The growing amplification of social media: measuring temporal and social contagion dynamics for over 150 languages on Twitter for 2009–2020
Vermont Complex Systems Center, University of Vermont, 05405, Burlington, VT, USA
2 Computational Story Lab, University of Vermont, 05405, Burlington, VT, USA
3 Department of Computer Science, University of Vermont, 05405, Burlington, VT, USA
4 Charles River Analytics, 02138, Cambridge, MA, USA
5 Department of Mathematics & Statistics, University of Vermont, 05405, Burlington, VT, USA
Accepted: 17 March 2021
Published online: 31 March 2021
Working from a dataset of 118 billion messages running from the start of 2009 to the end of 2019, we identify and explore the relative daily use of over 150 languages on Twitter. We find that eight languages comprise 80% of all tweets, with English, Japanese, Spanish, Arabic, and Portuguese being the most dominant. To quantify social spreading in each language over time, we compute the ‘contagion ratio’: The balance of retweets to organic messages. We find that for the most common languages on Twitter there is a growing tendency, though not universal, to retweet rather than share new content. By the end of 2019, the contagion ratios for half of the top 30 languages, including English and Spanish, had reached above 1—the naive contagion threshold. In 2019, the top 5 languages with the highest average daily ratios were, in order, Thai (7.3), Hindi, Tamil, Urdu, and Catalan, while the bottom 5 were Russian, Swedish, Esperanto, Cebuano, and Finnish (0.26). Further, we show that over time, the contagion ratios for most common languages are growing more strongly than those of rare languages.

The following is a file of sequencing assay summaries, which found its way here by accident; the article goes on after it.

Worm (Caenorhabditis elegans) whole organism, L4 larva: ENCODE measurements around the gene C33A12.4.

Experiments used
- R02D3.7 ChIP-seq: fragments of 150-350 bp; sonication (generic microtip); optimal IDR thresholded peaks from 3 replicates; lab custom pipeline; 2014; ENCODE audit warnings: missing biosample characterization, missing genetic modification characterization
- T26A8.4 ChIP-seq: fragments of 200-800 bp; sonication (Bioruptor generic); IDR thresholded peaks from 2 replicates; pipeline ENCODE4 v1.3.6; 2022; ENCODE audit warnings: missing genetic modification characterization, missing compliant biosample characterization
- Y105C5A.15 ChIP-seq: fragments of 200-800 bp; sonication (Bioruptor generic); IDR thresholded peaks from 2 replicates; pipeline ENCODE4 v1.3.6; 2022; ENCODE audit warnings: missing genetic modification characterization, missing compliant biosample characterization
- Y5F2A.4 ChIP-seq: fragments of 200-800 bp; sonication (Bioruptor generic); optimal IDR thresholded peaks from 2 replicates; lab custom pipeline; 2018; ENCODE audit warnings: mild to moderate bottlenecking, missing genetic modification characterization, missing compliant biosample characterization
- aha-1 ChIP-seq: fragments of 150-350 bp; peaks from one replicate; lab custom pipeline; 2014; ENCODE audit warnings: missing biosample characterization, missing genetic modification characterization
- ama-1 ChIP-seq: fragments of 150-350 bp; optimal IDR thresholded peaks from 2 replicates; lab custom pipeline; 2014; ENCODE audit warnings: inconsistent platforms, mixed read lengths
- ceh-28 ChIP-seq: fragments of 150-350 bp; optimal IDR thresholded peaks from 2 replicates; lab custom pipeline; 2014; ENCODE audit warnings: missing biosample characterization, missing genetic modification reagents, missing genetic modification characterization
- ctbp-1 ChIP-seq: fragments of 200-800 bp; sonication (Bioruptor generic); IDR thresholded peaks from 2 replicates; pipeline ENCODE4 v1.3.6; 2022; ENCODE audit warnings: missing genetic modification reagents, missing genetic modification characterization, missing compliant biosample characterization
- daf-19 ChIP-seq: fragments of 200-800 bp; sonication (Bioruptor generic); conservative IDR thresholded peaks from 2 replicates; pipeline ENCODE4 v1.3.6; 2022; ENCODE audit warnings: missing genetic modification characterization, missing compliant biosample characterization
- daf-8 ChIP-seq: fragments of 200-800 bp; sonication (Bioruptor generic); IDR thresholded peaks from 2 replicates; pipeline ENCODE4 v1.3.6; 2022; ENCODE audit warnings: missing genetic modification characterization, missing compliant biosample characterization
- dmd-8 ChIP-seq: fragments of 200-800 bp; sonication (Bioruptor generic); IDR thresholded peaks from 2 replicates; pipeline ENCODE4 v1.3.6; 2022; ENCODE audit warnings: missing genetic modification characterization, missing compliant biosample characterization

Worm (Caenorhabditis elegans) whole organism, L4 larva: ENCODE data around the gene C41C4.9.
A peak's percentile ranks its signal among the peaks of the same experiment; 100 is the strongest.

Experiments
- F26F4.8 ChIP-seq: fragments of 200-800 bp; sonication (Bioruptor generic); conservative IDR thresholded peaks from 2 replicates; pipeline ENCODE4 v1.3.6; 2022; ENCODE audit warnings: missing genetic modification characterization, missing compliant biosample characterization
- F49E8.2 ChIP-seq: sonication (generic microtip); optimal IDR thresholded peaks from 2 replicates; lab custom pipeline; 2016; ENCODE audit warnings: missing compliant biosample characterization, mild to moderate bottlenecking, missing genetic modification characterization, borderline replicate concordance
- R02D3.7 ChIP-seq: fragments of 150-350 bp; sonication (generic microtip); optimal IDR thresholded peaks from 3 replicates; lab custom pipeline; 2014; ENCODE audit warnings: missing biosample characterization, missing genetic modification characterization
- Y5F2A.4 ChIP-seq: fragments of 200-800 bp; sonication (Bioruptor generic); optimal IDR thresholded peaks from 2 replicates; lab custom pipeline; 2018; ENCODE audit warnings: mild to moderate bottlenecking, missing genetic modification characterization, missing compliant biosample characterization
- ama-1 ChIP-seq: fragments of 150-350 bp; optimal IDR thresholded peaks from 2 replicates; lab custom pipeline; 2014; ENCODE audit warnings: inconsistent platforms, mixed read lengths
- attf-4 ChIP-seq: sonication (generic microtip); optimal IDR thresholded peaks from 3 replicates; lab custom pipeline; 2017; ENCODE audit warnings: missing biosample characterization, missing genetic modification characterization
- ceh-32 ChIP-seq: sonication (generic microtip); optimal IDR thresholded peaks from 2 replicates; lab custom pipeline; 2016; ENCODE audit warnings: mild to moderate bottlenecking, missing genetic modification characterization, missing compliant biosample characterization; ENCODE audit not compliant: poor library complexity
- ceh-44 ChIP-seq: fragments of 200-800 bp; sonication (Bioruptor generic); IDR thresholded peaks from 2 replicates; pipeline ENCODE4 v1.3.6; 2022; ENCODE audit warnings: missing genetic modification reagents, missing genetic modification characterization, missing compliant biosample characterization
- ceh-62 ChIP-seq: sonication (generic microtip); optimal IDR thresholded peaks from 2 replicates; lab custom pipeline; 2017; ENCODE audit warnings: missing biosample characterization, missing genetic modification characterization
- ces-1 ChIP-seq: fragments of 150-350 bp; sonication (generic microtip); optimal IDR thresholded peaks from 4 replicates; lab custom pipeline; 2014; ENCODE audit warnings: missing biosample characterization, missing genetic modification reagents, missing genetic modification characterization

Key words: NLP / Sociolinguistics / Social contagion / Twitter / Signal processing
© The Author(s) 2021
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